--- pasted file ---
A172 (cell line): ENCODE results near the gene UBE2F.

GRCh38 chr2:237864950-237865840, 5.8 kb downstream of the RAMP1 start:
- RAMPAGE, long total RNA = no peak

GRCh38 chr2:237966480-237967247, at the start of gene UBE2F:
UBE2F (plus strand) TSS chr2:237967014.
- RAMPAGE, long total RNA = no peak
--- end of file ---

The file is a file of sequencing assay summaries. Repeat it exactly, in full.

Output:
A172 (cell line): ENCODE results near the gene UBE2F.

GRCh38 chr2:237864950-237865840, 5.8 kb downstream of the RAMP1 start:
- RAMPAGE, long total RNA = no peak

GRCh38 chr2:237966480-237967247, at the start of gene UBE2F:
UBE2F (plus strand) TSS chr2:237967014.
- RAMPAGE, long total RNA = no peak